4. Add tomatoes to the remaining coconut oil. Press garlic cloves into the pan. Add salt and pepper to taste.
  5. Pour tomato mixture and pesto over the vegetables. Bake 45 minutes, or longer for a more crispy texture.

Category 5: Fruit 

Apple-a-Day Casserole

Adapted from Taste of Home. Serves 6–8.

6 organic medium tart apples, peeled and sliced
6 organic medium carrots, thinly sliced
½ cup fresh organic orange juice
⅓ cup unbleached organic flour
⅓ cup coconut sugar
½ teaspoon ground nutmeg
2 tablespoons cold butter


  1. Preheat oven to 350°F. Combine apples and carrots, then place in a greased shallow 2-quart baking dish. Drizzle with orange juice. Bake 40–45 minutes, or until carrots are crisp-tender.
  2. In a bowl, combine the flour, sugar, and nutmeg. Cut in butter until crumbly. Sprinkle over apple mixture. Bake, uncovered, 10–15 minutes longer, or until the carrots are tender.

Blackberry Cobbler

Adapted from The Pioneer Woman Cooks.

6 cups fresh or frozen blackberries
½ cup plus 4 tablespoons coconut sugar
1 tablespoon lemon juice
Zest of ½ a lemon
2 cups unbleached organic flour
¼ teaspoon salt
1 tablespoon aluminum-free baking powder
¼ cup lard from pastured pigs
4 tablespoons butter
1 organic egg
½ cup whole nonhomogenized or raw milk


  1. Preheat oven to 425°F degrees. Combine blackberries, ½ cup coconut sugar, lemon juice, and lemon zest in a mixing bowl. Spread out in a buttered square casserole dish.
  2. In a separate bowl, combine flour, salt, baking powder, and 1 tablespoon coconut sugar. Add lard and butter. Work mixture together with a pastry blender (or your fingers) until coarse.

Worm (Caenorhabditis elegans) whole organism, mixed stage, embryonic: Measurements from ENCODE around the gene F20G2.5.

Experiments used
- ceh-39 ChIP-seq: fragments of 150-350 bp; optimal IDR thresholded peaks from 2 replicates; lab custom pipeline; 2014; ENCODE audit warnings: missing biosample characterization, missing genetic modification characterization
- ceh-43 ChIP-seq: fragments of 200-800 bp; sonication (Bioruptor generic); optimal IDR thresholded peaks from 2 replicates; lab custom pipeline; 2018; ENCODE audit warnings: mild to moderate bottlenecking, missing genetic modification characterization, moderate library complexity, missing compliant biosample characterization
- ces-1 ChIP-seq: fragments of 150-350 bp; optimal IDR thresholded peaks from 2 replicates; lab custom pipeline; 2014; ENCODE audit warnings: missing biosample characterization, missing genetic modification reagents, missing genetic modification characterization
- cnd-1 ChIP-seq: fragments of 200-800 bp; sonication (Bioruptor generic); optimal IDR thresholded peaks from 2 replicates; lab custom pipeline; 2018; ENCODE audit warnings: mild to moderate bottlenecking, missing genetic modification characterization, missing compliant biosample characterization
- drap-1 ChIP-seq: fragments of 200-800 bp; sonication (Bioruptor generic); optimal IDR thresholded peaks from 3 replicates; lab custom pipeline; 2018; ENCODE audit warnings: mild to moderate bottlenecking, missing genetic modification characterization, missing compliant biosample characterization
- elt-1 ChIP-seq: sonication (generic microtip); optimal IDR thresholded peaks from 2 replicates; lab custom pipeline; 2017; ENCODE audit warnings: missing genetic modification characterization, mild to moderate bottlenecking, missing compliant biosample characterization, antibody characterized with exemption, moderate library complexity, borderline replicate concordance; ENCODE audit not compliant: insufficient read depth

3. Combine egg and milk. Pour into flour mixture, stirring as you go. It should be smooth, but not dry or over-sticky.
  4. Place clumps of dough on top of the blackberries. Lightly flatten the clumps with your fingertips. Sprinkle with 2–3 tablespoons of sugar. Bake until golden, about 30 minutes. The berry juice will be slightly thin, but don’t be afraid. It will gradually soak into the biscuit-y topping and make your life complete. Serve with vanilla ice cream.

Make Your Own

The basic categories above are an open book for you to mix and match and combine. This will take your casserole making to a whole new experience!

Let me know if you’ve enjoyed this particular blog post, and feel free to share your favorite nutrient dense casserole recipes with us.

Also….here are a few suggestions for products that will enrich your life and make cooking—and staying healthy—fun. Plus they’re also great tools for teaching others.

An afterthought from The Traditional Cook…

Casserole Candidates

When candidates stop
applauding themselves
I decide which one
in this odd buffet
of strange casseroles
is saying what he or she
thinks will get them elected
and not what they will do
if they are elected and then
I vote for the one I think
is least apt to make things
far worse than they are.
—Donal Mahoney


To choose your organically grown and fresh ingredients wisely, use the following criteria:

  • chemical- and hormone-free meat
  • wild-caught fish
  • pasture-raised, organic eggs
  • whole, unrefined grains
  • virgin, unrefined, first-press organic oils
  • whole-food, unrefined sweeteners
  • pure, clean, spring water
  • sea salt
  • raw and/or cultured milk and cream products

Photo from iStock/peredniankina

Note from Maria: I am a Certified Natural Health Professional, CNHP, not a medical doctor. I do not diagnose, prescribe for, treat, or claim to prevent, mitigate, or cure any human diseases. Please see your medical doctor prior to following any recommendations I make in my blogs or on my website.

Maria Atwood, CNHP

Maria Atwood is a semi-retired Certified Natural Health Professional and Weston A. Price Chapter Leader in Colorado Springs, CO. Her website, Traditional Cook, offers the The Lee Household Flour Mill, originally invented by Royal Lee, inventor of Standard Process Supplements. She also carries the WonderMix mixer as well as the Wondermill grain mill. Also check out Maria’s “Cook Your Way to Wellness” DVD (also available on Vimeo). Be sure to join the Selene River Press newsletter to follow Maria’s Tips from The Traditional Cook blog.

Products by Maria Atwood